LWL | Video Game Addiction

A Review on the Evaluation of Video Game Addiction as a Legitimate Disorder
Wong Liang Hao

21 June 2022 | Download
Student's Published Works


This paper is about the understanding and evaluation of whether video game addiction is a legitimate disorder. Through fundamentally understanding addiction and reviewing the arguments on the side that supports video game addiction as a disorder, this paper seeks to put out a point on whether video game addiction is a legitimate disorder or a premature diagnosis of the growing popularity of a new form of entertainment.

Keywords: Gamers, Addiction


The DSM 5 criteria for substance abuse or addiction include craving the use of a substance, wanting to stop but not being able to, neglecting other aspects of life due to substance use, continuing to use a substance even when it causes problems in relationships, and continuing to use the substance even when it puts you in danger. Addiction involves the reward circuit where the release of dopamine is affected due to the constant repetition of action and that becomes the norm. Once the norm has been established, going against it results in low amounts of dopamine, causing the subject to feel an insufficient level of satisfaction and pleasure. In the end, it triggers the addiction cycle but forces the user to keep up the dosage to stay normal and satisfied.

The causation of addiction may be triggered for several reasons; the experience of traumatic events has been linked to the creation of addiction in the subject. Although this link may not be present in all victims of trauma, the reason behind it is that the victim finds a source of happiness and a coping mechanism through the substance. As shown, one in three veterans receives treatment for substance abuse due to PTSD induced during warfare.

Another cause of addiction is the influence of people surrounding the subject in question. Humans by nature are social species since our ancestors were primates and often formed groups to survive. It is simply a fact that an adult figure or close friend abusing a substance is likely to result in the victim becoming a substance abuser as well.

Hence, with this characterization in mind, it is a premature move to call video game addiction a form of non-substance addiction; at this point in time, we are not even sure if the addiction to video games exists as we don’t identify someone who reads books every day as a reading addict. The vast genre of games facilitates different audiences who have different backgrounds and ways of thinking. Therefore, more research must be done on different types of games.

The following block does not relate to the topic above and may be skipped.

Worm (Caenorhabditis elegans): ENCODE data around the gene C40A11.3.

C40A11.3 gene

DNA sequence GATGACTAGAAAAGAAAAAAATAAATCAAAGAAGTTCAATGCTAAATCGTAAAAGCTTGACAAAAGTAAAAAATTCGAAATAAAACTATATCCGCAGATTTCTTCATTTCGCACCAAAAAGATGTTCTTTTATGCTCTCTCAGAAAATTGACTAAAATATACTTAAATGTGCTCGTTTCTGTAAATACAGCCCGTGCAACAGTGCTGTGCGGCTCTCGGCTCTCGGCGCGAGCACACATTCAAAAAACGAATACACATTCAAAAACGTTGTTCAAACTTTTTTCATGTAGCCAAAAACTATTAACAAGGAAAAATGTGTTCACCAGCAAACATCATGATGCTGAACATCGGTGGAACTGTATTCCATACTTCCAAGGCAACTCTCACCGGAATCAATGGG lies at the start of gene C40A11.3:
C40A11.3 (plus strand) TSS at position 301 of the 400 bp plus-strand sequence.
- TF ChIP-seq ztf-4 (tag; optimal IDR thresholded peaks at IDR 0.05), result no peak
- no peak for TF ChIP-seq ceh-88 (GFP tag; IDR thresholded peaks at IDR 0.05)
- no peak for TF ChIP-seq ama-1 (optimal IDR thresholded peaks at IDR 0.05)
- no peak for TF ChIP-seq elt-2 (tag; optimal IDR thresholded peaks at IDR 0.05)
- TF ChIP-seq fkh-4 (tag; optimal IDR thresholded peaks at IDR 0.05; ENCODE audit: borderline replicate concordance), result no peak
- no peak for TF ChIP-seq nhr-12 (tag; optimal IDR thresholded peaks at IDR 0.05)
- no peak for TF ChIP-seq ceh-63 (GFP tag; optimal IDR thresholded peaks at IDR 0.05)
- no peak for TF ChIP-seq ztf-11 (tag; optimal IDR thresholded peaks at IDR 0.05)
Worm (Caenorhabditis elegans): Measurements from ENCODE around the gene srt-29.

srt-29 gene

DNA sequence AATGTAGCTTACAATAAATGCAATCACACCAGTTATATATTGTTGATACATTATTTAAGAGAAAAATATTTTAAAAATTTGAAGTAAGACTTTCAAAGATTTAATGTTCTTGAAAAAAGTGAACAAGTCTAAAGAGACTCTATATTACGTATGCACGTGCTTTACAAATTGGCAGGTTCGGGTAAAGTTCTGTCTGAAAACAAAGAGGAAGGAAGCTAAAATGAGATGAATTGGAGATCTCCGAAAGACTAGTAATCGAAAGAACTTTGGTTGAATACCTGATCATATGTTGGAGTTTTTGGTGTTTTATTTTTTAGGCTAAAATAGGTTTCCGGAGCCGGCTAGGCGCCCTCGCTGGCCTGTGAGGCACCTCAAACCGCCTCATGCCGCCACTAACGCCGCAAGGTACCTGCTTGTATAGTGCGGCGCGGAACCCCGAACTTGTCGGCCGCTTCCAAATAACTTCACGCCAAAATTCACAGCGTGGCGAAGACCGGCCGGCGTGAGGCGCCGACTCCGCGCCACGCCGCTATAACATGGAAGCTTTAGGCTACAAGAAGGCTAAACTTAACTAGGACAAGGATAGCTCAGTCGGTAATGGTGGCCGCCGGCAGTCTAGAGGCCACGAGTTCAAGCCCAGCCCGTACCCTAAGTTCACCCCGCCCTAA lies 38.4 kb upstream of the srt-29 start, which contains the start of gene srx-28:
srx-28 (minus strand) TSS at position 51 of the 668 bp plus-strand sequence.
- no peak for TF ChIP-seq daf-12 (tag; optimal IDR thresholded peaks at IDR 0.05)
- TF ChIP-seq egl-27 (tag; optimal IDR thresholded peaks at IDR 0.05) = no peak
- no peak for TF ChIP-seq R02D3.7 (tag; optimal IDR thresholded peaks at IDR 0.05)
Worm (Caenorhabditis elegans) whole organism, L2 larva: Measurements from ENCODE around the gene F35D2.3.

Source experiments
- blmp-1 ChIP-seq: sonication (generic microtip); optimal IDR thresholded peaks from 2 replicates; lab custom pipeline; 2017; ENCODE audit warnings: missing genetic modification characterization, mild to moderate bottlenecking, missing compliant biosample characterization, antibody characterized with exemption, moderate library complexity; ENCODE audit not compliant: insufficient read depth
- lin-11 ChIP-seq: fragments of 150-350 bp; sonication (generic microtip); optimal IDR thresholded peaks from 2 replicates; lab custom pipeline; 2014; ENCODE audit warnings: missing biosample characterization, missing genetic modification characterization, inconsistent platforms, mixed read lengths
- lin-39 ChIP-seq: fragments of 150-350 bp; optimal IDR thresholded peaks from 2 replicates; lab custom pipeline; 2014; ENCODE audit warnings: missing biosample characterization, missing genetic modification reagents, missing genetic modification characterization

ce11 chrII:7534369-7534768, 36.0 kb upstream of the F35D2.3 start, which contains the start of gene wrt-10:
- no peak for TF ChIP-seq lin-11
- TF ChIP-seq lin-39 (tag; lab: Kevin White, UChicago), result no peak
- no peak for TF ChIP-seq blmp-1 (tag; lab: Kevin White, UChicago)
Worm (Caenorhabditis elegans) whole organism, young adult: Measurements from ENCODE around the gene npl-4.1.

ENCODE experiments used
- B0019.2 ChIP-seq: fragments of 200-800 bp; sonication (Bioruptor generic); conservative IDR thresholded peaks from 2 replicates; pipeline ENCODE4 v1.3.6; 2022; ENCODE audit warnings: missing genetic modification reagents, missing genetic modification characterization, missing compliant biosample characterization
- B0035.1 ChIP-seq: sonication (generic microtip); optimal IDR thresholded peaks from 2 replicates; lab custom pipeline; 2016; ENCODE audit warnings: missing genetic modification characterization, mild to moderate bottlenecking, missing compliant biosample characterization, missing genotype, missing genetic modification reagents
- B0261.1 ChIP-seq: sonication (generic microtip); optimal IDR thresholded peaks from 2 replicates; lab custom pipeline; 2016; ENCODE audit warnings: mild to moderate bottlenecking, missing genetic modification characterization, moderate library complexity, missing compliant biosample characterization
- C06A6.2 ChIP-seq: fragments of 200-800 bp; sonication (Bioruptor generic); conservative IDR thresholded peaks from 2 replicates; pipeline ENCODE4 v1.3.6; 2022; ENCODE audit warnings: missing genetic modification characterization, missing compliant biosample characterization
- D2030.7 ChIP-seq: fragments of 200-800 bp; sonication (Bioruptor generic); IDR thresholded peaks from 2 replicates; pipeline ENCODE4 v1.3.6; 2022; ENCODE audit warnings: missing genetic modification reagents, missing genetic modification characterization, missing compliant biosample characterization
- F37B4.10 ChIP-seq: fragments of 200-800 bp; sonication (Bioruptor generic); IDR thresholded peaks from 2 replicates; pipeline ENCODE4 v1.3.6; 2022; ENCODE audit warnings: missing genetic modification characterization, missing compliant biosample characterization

The Growth of Video Games in Popularity

Video games have changed from arcade machines to personal computers and consoles. Games have turned from 2D to 3D. The rise in popularity of video games is very evident as the types of teenagers’ hobbies have shifted from physical activities to more digital hobbies. For instance, in 2021, 95% of people from the age of 18 to 29 years old own a smartphone, and 58% of the demographics of people who play video games are under 34 years old in the USA. The increasing strides within the PC gaming world, such as the Unreal engine, have been able to render images so surreal that they are churning out award-winning games like Batman: Arkham City, Little Nightmares 1 & 2, Star Wars Jedi: Fallen Order, and Street Fighter 5. The gaming market also speaks for itself as companies like Riot Games, which earned $36.5 million only from their 3 mobile games: Legends of Runeterra, Teamfight Tactics, and League of Legends: Wild Rift. This number does not include its PC games like League of Legends and Valoran, which earn millions through cosmetics, merchandise sales, and esports tournaments. Esports tournaments boast numbers like 5.41 million viewers during the Freefire World Series Singapore 2021 Tournament, which became the most-watched esports tournament by May 2021.

The History of Video Game Addiction

The first report of video game addiction came in the form of a report in the psychological and psychiatric literature in the early years of the 1980s by Ross, Finestone, and Lavin, which describes 3 cases of obsessive behaviour displayed towards a game by the name of Space Invaders. However, the term "video game addiction" was only referenced in 1983 by Soper and Miller as they based their observations on school counsellors who mentioned that the disorder was like any other behavioural addiction, which includes compulsive behaviour involvement, being in a friend group that consists of other like-minded addicts, and a lack of interest in other activities that do not involve video games. However, this research was rather outdated as the games that came earlier were nothing like the modern-day games. RPGs like World of Warcraft and Starcraft are most commonly associated with addiction.Plus, the variety of games in the world provides a huge arsenal of reasons why someone would spend time and continue to grind out achievements and levels. Whether it be the cosmetics, the rank, good storytelling elements, or outstanding gameplay mechanics, games have evolved beyond the simplistic outlook of pong and old-school Mortal Kombat. This poses a problem since different game genres attract different crowds of gamers who have their own reasons for staying. Hence, no studies so far have been able to properly pinpoint whether video game addiction is a valid disorder or a matter of multiple disorders. However, basic observations show that adolescent males tend to be the main demographic for this disorder, since, as mentioned above, the main target audience for most games is male adolescent players due to the larger number of subjects. The number of potential video game addicts within the demographic of adolescent male players is higher than any other target demographic.